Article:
I am happy to speak to the New Democratic Party's ill-conceived amendment that seeks to stifle debate on Bill C-50, the government's budget implementation act. I say this because the NDP allegations in this motion are baseless, misleading and completely unfounded. We would see more immigrants coming in, more quickly and in a more efficient fashion than we have seen in the past.
    However, we should not be surprised with the NDP, or the Liberal tactics for that matter, when it comes to immigration. When they cannot win a debate based on facts, they resort to fearmongering, but that will not wash. It will not happen.
    Let us call it what it is. The NDP is playing politics by tabling this motion today. It is doing it to embarrass the Liberals, plain and simple. It is, quite frankly, shameful. While the NDP plays its petty little games, it is holding up vital legislation that is necessary for the socio-economic well-being of our country.
    Before I address the NDP amendment itself, this debate on immigration needs to be put into context. Last year, under the strong leadership of our Prime Minister, Canada welcomed the highest number of newcomers in our history, 429,649, surpassing the previous high set almost 100 years ago. There will be continuing increases in the numbers we bring in.
    This record number of immigrants admitted to our country is a reflection of our government's unequivocal and strong commitment to immigrants and immigration. Our government recognizes that immigrants and immigration are critical contributors to the socio-economic well-being of our country. Our government wants newcomers and their families to succeed. We want more immigrants and newcomers to come to Canada. We also want newcomer families to be reunited faster and skilled workers to come here sooner.
    That is our priority but it is becoming more and more difficult, thanks to the massive backlog in immigration applications inherited from the previous Liberal governments. Successive Liberal governments stood by and watched the backlog balloon and mushroom from 50,000 to more than 800,000, and growing. Liberal neglect of the immigration system has resulted in a situation where those applying to come to Canada are waiting, on average, four to six years just to have their application looked at. That is not acceptable.
    Canada is losing out on talented immigrants who are choosing to go to other countries such as Australia where the wait time is six months, not six years. It is unconscionable. Canadians expect better. Canadians will get better in this new proposed budget bill that we are putting forward on immigration.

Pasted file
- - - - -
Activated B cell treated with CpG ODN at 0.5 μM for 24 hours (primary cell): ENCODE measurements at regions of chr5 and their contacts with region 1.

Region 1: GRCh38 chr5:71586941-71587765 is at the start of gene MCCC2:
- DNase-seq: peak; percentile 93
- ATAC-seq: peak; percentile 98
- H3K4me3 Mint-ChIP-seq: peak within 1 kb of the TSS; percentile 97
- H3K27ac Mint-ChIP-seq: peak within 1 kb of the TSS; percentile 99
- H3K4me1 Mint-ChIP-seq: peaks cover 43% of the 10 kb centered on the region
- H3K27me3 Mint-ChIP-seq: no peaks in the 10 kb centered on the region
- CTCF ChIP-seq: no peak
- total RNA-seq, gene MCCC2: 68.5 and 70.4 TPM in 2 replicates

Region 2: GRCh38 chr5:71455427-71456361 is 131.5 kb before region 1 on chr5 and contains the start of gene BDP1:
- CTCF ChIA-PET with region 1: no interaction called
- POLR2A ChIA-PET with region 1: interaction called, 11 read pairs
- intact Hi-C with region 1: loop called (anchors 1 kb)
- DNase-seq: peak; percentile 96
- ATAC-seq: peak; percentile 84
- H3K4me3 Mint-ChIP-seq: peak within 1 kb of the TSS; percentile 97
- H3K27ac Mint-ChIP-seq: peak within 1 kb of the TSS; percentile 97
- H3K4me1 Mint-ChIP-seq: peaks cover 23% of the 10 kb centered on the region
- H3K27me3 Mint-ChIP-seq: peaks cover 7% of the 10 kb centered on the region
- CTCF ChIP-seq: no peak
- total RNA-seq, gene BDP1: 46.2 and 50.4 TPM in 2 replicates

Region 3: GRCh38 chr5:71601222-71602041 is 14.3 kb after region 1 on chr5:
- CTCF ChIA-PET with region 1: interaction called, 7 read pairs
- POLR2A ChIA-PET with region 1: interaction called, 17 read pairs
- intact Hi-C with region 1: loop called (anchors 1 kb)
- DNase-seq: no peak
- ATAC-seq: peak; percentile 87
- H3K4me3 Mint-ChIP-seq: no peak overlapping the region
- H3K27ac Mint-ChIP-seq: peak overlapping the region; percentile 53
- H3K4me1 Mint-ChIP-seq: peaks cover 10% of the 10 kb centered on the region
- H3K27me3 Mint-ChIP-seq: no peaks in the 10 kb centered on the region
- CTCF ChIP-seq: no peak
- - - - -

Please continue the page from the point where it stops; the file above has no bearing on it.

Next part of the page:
Canada is losing out on talented immigrants. In fact, it comes as no surprise that other countries can claim that their best marketing tool is to attract immigrants because of Canada's long wait times. Put simply, our amendments to the Immigration and Refugee Protection Act would reduce the backlog created by the Liberal Party of Canada and result in shorter wait times for immigrants to come to Canada. By accusing us of shutting the door to immigrants, the Liberals and NDP are not only misleading Canadians and would-be immigrants, they are practising a low level shameful type of politics.
    To mislead those who trust politicians and to prey on the fears of immigrant families is, simply put, not acceptable. Rhetoric and fearmongering aside, immigrants and Canadians deserve to know why the Liberals and the NDP want to keep families waiting for longer periods than they already are.
    Canadian businesses deserve to know why the Liberals and NDP want to prevent them from getting the skilled and unskilled workers they so desperately need. As we travelled across the country, business people told us that they were frustrated. They are frustrated because they cannot meet the needs, they cannot progress and they cannot build and develop this country because they do not have the people resources they need so desperately. They are looking to us to do something positive and they say that finally something is being done.


    On this side of the House, our position is clear. The minister has said on numerous occasions in this place, and it bears repeating, that our government is taking urgent measures to clean up the Liberal mess, so that more families can be reunited faster and more skilled workers can get here sooner.
    The claims of the NDP and the Liberal Party that we are shutting the door on immigration is completely without basis and without fact. It was the Liberals who closed the door to immigration by letting the backlog balloon to unmanageable levels. Without our actions, wait times would rise to 10 years by the year 2012. This is completely and totally unacceptable. That would be an indication of a system totally in chaos and not functional.
    One of the goals of this legislation is to respond to Canada's labour market needs, but let me be clear. These amendments will not apply to refugees and are not intended to affect family reunification at all. We want families to be reunited faster and we have made it a priority. Family reunification cases are now being done 20% to 40% faster than under the previous Liberal governments.
    However, we want to do even better, and so in budget 2008 we have invested $22 million for two years, growing to $37 million per year. This funding will help us speed up the application process for those seeking to come to Canada.